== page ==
Comparing Rideshare Accidents to Other Motor Vehicle Accidents
Ridesharing is now an ordinary part of life in Texas and across America. Companies such as Uber and Lyft have created easy and affordable ways for people to travel to the airport, go out for the evening, get groceries, or go to an appointment. But rideshares are still operated by humans, with the potential for human error. What happens if you are involved in a traffic accident while riding as a passenger in a rideshare vehicle? Is it the same as any other motor vehicle accident? If not, what’s different?
Similarities Between Rideshare Accidents and Other Motor Vehicle Wrecks
In many ways, an accident involving an Uber, Lyft, or other rideshare vehicle is no different from an accident where you’re driving your own vehicle or riding as a passenger in the car of a family member or friend. In all these situations, most accident claims will be based on a legal theory of negligence.
To succeed on a negligence claim, you need to identify someone who engaged in unreasonable behavior or failed to meet the expected standard of care while driving a motor vehicle. They may have violated a traffic law or failed to properly maintain the vehicle they were driving. You must show that the breach of the standard of care caused the accident and that you suffered actual or measurable losses as a result.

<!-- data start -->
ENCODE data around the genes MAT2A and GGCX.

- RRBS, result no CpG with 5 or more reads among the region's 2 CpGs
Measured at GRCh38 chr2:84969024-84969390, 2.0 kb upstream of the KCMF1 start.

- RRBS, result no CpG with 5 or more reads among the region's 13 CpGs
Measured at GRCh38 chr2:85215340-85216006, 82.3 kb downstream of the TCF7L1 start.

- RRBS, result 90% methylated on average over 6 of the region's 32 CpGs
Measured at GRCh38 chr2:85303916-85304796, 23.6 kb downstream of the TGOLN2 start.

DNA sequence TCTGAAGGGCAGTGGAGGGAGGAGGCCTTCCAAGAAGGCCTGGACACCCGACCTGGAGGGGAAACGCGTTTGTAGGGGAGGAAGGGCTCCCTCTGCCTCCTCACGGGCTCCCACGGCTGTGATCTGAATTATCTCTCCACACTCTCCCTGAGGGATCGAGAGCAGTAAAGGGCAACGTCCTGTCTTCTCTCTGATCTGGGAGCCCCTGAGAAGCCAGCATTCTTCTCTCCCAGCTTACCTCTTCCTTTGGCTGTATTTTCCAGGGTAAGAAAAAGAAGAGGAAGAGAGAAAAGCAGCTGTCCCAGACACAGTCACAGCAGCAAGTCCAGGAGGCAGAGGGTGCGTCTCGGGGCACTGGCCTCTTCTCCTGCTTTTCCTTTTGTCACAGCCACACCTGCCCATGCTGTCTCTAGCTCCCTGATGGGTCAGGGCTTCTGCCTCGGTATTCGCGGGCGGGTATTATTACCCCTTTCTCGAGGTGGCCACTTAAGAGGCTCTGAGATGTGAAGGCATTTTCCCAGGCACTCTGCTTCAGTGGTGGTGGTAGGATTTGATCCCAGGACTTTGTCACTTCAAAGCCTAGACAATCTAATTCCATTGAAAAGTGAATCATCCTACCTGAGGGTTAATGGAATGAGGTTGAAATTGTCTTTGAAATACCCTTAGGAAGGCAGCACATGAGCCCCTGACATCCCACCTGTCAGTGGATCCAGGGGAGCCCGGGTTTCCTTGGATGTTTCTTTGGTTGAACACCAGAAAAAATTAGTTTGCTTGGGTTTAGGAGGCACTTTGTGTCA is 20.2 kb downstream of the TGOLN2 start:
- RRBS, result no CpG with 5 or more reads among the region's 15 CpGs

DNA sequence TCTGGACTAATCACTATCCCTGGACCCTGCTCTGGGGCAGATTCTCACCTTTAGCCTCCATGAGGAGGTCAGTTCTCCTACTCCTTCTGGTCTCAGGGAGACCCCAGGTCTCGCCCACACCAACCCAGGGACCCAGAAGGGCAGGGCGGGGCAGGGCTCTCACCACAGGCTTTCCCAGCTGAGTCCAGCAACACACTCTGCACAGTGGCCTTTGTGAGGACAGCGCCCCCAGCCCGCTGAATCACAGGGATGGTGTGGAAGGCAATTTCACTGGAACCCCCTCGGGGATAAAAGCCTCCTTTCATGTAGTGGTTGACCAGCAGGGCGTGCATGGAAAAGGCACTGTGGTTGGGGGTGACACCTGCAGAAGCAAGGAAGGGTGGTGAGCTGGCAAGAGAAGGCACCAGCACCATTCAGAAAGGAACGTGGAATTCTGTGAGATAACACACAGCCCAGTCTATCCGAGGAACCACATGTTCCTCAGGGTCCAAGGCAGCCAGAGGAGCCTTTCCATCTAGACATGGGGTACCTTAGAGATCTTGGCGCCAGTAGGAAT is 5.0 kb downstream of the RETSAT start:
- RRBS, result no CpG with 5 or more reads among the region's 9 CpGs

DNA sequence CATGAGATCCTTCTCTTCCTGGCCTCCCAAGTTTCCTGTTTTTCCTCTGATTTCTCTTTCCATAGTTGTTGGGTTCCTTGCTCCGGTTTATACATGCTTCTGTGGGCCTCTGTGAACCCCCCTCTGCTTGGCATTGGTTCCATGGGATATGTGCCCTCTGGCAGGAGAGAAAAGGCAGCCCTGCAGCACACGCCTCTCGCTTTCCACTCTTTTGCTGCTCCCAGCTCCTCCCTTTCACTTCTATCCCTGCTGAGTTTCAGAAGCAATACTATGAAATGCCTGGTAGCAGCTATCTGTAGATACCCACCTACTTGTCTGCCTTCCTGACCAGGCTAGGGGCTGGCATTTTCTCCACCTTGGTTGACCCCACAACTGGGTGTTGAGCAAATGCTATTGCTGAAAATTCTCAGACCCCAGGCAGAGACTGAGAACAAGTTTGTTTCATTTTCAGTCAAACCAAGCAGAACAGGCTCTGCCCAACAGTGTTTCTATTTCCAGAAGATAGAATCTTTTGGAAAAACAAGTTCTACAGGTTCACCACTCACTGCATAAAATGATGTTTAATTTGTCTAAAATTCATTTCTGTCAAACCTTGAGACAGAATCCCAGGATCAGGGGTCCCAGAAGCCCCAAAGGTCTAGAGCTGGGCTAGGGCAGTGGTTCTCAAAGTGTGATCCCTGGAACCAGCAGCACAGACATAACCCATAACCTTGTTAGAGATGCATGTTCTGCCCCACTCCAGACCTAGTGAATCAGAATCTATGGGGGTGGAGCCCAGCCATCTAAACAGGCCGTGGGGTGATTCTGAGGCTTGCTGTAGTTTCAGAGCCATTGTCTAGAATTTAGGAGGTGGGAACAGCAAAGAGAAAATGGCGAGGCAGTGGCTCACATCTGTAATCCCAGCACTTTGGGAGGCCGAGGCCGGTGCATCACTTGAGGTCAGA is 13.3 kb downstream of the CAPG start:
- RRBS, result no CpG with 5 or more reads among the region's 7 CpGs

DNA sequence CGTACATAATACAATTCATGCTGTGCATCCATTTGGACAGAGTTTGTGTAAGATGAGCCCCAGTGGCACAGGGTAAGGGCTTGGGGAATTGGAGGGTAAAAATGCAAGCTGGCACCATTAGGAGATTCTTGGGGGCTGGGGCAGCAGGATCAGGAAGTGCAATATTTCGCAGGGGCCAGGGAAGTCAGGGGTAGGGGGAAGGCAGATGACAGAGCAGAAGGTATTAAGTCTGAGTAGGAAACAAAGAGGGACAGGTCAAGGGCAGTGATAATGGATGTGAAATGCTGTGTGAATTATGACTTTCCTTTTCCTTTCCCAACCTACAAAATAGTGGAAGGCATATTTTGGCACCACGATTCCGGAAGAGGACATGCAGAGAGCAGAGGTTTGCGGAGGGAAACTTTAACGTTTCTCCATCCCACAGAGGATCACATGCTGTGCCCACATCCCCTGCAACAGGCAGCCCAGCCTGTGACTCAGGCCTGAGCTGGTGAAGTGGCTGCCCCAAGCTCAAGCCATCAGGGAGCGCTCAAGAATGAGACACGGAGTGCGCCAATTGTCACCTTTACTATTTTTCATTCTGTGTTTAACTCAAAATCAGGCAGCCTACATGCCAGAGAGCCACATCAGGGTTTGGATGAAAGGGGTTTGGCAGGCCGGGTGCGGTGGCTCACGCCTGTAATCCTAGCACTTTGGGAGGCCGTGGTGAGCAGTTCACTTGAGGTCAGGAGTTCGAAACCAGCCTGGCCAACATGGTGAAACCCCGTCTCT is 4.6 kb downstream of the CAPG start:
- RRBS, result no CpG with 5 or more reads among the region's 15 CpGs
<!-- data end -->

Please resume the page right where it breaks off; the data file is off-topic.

Whether you are injured in a rideshare accident or another type of motor vehicle crash, the things you must do to prove negligence will be the same.
How Rideshare Accidents Can Differ from Other Motor Vehicle Accidents
The most important way that rideshare accidents differ from other accidents is with respect to your potential sources of recovery. Under Texas law, all rideshare companies operating in the Lone Star State must carry a minimum level of insurance coverage for injuries or other damages caused by their drivers. This is important because the personal auto insurance policies of the drivers typically won’t cover commercial losses—injuries suffered while driving the vehicle for pay.
Rideshare accident claims can get tricky, though. Under Texas law, if the rideshare operator had his or her rideshare app turned on at the time of the accident, the rideshare company may share some liability for the accident. However, if the app was not on at the time, the company may have no liability. For example, if a person is operating his vehicle as a rideshare but has no customers and the app is turned off, the company may not be liable if the driver strikes another car and causes injuries to the occupants.
Contact the Experienced Auto Accident Attorneys at Bailey & Galyen
At the law office of Bailey & Galyen, we know the impact that a personal injury can have on every area of your life. If you’re hurt in a rideshare accident because of the carelessness or negligence of another person, send us an e-mail or call our offices at 844-402-2992. Our phones are answered 24 hours a day, seven days a week.